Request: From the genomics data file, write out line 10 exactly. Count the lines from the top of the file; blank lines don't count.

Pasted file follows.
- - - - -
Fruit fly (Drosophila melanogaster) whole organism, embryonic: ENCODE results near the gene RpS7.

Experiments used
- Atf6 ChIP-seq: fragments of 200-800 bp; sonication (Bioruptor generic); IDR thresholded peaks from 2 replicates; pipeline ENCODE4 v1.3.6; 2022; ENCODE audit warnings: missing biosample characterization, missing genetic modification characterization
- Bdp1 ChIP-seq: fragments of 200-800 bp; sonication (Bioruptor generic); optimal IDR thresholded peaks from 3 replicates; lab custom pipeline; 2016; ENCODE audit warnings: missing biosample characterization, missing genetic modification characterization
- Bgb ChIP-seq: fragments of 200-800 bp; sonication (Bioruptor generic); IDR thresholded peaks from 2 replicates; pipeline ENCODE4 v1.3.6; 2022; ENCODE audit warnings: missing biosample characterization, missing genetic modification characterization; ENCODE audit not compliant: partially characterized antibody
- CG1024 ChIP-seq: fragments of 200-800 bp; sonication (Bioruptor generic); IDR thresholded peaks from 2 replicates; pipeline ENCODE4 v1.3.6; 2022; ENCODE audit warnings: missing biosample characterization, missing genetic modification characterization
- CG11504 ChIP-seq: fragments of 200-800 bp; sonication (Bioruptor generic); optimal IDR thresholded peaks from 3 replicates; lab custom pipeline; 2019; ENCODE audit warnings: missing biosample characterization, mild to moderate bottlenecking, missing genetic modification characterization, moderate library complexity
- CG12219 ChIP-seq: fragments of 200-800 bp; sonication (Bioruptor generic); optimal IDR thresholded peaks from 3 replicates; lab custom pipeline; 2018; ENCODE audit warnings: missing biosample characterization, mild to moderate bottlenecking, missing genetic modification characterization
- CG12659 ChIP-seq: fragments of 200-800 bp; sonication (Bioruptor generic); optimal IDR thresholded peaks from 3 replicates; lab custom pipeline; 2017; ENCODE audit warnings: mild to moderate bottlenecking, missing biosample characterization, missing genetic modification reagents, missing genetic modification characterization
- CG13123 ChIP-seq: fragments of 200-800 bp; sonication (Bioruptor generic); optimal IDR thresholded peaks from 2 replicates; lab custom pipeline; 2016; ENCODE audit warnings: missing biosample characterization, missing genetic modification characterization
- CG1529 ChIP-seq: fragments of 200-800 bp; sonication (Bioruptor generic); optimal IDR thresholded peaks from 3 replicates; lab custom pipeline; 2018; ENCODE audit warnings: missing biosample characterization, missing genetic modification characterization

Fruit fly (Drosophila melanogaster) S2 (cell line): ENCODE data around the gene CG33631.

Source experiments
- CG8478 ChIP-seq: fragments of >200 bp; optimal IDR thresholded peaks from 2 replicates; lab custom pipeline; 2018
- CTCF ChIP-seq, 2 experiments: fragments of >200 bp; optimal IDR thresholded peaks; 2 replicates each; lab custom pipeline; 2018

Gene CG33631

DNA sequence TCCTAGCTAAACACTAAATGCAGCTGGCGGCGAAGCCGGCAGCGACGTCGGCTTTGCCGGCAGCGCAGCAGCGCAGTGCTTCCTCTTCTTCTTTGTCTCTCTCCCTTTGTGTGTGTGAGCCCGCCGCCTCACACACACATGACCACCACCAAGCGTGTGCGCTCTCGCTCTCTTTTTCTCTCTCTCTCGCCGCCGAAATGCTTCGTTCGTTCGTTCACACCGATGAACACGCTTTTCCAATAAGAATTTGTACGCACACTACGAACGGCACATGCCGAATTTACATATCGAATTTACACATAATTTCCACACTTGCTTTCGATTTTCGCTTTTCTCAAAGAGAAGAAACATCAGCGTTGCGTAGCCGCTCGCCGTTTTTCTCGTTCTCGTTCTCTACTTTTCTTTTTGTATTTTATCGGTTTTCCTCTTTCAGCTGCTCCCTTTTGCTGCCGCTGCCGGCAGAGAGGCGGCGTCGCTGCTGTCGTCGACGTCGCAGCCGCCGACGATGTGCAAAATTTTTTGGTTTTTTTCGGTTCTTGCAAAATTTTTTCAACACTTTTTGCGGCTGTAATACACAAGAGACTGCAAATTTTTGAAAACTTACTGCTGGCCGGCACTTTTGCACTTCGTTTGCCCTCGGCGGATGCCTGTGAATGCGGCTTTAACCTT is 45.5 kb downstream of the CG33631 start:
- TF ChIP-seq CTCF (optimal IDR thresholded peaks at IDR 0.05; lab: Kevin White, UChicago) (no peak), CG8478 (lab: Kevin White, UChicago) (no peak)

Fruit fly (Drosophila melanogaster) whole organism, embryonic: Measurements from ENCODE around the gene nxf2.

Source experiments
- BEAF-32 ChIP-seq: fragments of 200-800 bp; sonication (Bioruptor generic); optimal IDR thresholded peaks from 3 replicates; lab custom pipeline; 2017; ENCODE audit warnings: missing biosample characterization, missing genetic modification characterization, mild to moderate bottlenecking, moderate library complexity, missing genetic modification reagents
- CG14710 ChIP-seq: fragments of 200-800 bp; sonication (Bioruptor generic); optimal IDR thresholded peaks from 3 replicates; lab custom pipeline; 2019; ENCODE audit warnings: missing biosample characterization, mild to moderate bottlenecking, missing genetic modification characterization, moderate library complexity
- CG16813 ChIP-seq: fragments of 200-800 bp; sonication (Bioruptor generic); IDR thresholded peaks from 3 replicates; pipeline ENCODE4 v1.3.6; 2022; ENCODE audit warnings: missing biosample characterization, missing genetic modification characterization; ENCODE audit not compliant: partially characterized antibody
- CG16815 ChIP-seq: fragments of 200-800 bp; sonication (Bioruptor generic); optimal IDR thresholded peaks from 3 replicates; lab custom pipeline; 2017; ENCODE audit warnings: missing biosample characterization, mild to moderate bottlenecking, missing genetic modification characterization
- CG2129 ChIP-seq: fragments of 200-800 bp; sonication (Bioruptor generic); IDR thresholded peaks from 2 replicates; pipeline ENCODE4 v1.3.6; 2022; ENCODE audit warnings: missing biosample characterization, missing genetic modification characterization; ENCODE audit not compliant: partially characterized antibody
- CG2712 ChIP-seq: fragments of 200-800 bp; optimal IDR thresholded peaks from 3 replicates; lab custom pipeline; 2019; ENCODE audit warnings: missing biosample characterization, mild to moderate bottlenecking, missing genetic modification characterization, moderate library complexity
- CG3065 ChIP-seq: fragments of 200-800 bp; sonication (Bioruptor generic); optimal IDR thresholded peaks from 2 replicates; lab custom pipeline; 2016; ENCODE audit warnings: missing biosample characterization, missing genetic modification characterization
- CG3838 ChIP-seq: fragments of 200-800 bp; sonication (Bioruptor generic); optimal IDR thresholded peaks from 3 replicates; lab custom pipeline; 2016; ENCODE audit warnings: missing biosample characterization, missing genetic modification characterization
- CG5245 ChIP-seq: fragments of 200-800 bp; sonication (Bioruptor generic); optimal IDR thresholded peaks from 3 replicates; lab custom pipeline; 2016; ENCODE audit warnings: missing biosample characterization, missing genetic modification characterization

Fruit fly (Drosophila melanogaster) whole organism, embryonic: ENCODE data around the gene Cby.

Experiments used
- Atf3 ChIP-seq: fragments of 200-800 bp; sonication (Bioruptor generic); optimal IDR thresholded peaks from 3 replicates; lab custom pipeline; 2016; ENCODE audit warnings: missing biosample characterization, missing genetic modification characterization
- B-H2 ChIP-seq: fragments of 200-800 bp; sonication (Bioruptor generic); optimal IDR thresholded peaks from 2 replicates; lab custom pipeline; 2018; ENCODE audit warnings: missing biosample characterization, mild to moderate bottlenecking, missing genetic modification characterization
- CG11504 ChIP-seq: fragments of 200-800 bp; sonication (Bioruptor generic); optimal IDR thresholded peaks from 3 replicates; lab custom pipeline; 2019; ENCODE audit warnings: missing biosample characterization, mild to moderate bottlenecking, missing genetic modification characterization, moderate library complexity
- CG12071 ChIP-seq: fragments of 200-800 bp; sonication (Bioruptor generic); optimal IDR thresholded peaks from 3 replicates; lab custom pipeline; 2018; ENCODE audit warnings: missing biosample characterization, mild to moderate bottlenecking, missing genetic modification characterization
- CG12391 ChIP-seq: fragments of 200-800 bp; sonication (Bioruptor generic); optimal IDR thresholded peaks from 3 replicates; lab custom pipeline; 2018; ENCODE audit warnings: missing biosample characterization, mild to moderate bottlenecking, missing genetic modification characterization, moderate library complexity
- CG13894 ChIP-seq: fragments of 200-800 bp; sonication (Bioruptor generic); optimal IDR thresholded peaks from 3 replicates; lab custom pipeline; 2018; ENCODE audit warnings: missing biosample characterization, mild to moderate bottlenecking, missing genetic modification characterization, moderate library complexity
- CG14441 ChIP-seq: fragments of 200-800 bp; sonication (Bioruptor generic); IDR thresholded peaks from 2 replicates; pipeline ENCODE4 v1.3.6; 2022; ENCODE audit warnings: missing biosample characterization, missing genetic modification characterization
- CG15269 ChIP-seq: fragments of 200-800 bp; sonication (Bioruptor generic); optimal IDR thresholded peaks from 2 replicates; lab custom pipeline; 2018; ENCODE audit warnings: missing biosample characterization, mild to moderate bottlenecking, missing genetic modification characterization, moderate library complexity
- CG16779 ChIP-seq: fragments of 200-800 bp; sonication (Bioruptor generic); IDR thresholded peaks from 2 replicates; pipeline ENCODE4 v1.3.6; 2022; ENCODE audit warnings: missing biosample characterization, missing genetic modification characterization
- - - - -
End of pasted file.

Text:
- CG13123 ChIP-seq: fragments of 200-800 bp; sonication (Bioruptor generic); optimal IDR thresholded peaks from 2 replicates; lab custom pipeline; 2016; ENCODE audit warnings: missing biosample characterization, missing genetic modification characterization